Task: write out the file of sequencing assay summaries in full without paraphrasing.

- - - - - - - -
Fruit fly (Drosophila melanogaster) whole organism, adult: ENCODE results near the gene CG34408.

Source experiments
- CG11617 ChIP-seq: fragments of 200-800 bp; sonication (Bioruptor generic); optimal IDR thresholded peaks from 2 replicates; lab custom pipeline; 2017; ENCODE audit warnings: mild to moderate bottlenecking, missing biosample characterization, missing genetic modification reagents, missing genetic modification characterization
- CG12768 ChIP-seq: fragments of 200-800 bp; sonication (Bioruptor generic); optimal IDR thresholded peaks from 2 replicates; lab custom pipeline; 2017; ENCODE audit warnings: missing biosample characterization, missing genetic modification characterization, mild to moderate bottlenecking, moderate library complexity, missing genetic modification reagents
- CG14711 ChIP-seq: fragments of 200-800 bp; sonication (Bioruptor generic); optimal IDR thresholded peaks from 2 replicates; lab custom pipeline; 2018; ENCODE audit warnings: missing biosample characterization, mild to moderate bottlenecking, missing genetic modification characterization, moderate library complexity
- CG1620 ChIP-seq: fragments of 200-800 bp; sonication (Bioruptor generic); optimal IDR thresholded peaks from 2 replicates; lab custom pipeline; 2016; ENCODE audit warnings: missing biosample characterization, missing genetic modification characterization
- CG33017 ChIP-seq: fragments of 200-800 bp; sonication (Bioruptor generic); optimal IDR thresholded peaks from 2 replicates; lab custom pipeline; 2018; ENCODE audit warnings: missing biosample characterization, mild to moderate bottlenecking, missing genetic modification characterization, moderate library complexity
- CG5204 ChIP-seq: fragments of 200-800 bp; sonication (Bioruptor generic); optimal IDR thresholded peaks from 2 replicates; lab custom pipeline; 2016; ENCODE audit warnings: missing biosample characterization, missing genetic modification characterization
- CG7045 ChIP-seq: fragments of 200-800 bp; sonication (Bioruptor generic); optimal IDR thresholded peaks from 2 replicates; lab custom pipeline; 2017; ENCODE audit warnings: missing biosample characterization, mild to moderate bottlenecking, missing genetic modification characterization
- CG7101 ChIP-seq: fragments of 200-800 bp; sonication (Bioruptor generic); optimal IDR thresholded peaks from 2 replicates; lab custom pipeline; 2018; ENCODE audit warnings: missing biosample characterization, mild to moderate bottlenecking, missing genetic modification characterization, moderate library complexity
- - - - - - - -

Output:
Fruit fly (Drosophila melanogaster) whole organism, adult: ENCODE results near the gene CG34408.

Source experiments
- CG11617 ChIP-seq: fragments of 200-800 bp; sonication (Bioruptor generic); optimal IDR thresholded peaks from 2 replicates; lab custom pipeline; 2017; ENCODE audit warnings: mild to moderate bottlenecking, missing biosample characterization, missing genetic modification reagents, missing genetic modification characterization
- CG12768 ChIP-seq: fragments of 200-800 bp; sonication (Bioruptor generic); optimal IDR thresholded peaks from 2 replicates; lab custom pipeline; 2017; ENCODE audit warnings: missing biosample characterization, missing genetic modification characterization, mild to moderate bottlenecking, moderate library complexity, missing genetic modification reagents
- CG14711 ChIP-seq: fragments of 200-800 bp; sonication (Bioruptor generic); optimal IDR thresholded peaks from 2 replicates; lab custom pipeline; 2018; ENCODE audit warnings: missing biosample characterization, mild to moderate bottlenecking, missing genetic modification characterization, moderate library complexity
- CG1620 ChIP-seq: fragments of 200-800 bp; sonication (Bioruptor generic); optimal IDR thresholded peaks from 2 replicates; lab custom pipeline; 2016; ENCODE audit warnings: missing biosample characterization, missing genetic modification characterization
- CG33017 ChIP-seq: fragments of 200-800 bp; sonication (Bioruptor generic); optimal IDR thresholded peaks from 2 replicates; lab custom pipeline; 2018; ENCODE audit warnings: missing biosample characterization, mild to moderate bottlenecking, missing genetic modification characterization, moderate library complexity
- CG5204 ChIP-seq: fragments of 200-800 bp; sonication (Bioruptor generic); optimal IDR thresholded peaks from 2 replicates; lab custom pipeline; 2016; ENCODE audit warnings: missing biosample characterization, missing genetic modification characterization
- CG7045 ChIP-seq: fragments of 200-800 bp; sonication (Bioruptor generic); optimal IDR thresholded peaks from 2 replicates; lab custom pipeline; 2017; ENCODE audit warnings: missing biosample characterization, mild to moderate bottlenecking, missing genetic modification characterization
- CG7101 ChIP-seq: fragments of 200-800 bp; sonication (Bioruptor generic); optimal IDR thresholded peaks from 2 replicates; lab custom pipeline; 2018; ENCODE audit warnings: missing biosample characterization, mild to moderate bottlenecking, missing genetic modification characterization, moderate library complexity